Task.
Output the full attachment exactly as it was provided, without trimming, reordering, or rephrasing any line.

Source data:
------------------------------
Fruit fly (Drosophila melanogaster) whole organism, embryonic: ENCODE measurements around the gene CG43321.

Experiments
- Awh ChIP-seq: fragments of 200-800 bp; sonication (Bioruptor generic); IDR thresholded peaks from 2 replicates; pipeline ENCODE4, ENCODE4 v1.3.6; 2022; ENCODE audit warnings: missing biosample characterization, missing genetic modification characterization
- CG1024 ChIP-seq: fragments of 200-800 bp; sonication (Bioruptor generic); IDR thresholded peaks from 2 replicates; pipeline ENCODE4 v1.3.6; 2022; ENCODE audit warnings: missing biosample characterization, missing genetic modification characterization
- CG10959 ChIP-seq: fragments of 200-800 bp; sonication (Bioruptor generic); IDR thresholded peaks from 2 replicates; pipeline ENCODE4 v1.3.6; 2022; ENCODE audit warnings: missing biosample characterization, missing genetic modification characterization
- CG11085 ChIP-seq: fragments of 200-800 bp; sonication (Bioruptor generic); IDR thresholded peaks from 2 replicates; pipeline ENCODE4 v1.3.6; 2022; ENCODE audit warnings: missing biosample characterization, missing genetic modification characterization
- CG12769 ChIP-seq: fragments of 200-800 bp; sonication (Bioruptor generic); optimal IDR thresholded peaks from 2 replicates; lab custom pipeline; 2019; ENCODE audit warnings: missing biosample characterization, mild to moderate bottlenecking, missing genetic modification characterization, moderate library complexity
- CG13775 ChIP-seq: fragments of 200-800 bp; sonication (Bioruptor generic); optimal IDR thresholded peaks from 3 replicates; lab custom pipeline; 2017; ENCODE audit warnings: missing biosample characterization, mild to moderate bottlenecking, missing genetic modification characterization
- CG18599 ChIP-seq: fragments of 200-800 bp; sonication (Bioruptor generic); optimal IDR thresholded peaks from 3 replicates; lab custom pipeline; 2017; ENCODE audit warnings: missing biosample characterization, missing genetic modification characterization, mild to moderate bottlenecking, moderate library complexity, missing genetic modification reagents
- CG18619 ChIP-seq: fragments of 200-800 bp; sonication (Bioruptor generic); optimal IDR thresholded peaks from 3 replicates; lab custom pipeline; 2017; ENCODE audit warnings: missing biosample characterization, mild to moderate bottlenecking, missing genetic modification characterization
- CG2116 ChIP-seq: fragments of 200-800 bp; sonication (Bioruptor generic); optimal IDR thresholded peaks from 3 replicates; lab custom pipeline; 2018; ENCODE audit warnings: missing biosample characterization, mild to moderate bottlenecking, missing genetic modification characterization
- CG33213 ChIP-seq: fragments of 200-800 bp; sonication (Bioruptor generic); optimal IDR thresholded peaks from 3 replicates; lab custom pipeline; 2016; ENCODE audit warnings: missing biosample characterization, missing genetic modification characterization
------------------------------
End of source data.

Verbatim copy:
Fruit fly (Drosophila melanogaster) whole organism, embryonic: ENCODE measurements around the gene CG43321.

Experiments
- Awh ChIP-seq: fragments of 200-800 bp; sonication (Bioruptor generic); IDR thresholded peaks from 2 replicates; pipeline ENCODE4, ENCODE4 v1.3.6; 2022; ENCODE audit warnings: missing biosample characterization, missing genetic modification characterization
- CG1024 ChIP-seq: fragments of 200-800 bp; sonication (Bioruptor generic); IDR thresholded peaks from 2 replicates; pipeline ENCODE4 v1.3.6; 2022; ENCODE audit warnings: missing biosample characterization, missing genetic modification characterization
- CG10959 ChIP-seq: fragments of 200-800 bp; sonication (Bioruptor generic); IDR thresholded peaks from 2 replicates; pipeline ENCODE4 v1.3.6; 2022; ENCODE audit warnings: missing biosample characterization, missing genetic modification characterization
- CG11085 ChIP-seq: fragments of 200-800 bp; sonication (Bioruptor generic); IDR thresholded peaks from 2 replicates; pipeline ENCODE4 v1.3.6; 2022; ENCODE audit warnings: missing biosample characterization, missing genetic modification characterization
- CG12769 ChIP-seq: fragments of 200-800 bp; sonication (Bioruptor generic); optimal IDR thresholded peaks from 2 replicates; lab custom pipeline; 2019; ENCODE audit warnings: missing biosample characterization, mild to moderate bottlenecking, missing genetic modification characterization, moderate library complexity
- CG13775 ChIP-seq: fragments of 200-800 bp; sonication (Bioruptor generic); optimal IDR thresholded peaks from 3 replicates; lab custom pipeline; 2017; ENCODE audit warnings: missing biosample characterization, mild to moderate bottlenecking, missing genetic modification characterization
- CG18599 ChIP-seq: fragments of 200-800 bp; sonication (Bioruptor generic); optimal IDR thresholded peaks from 3 replicates; lab custom pipeline; 2017; ENCODE audit warnings: missing biosample characterization, missing genetic modification characterization, mild to moderate bottlenecking, moderate library complexity, missing genetic modification reagents
- CG18619 ChIP-seq: fragments of 200-800 bp; sonication (Bioruptor generic); optimal IDR thresholded peaks from 3 replicates; lab custom pipeline; 2017; ENCODE audit warnings: missing biosample characterization, mild to moderate bottlenecking, missing genetic modification characterization
- CG2116 ChIP-seq: fragments of 200-800 bp; sonication (Bioruptor generic); optimal IDR thresholded peaks from 3 replicates; lab custom pipeline; 2018; ENCODE audit warnings: missing biosample characterization, mild to moderate bottlenecking, missing genetic modification characterization
- CG33213 ChIP-seq: fragments of 200-800 bp; sonication (Bioruptor generic); optimal IDR thresholded peaks from 3 replicates; lab custom pipeline; 2016; ENCODE audit warnings: missing biosample characterization, missing genetic modification characterization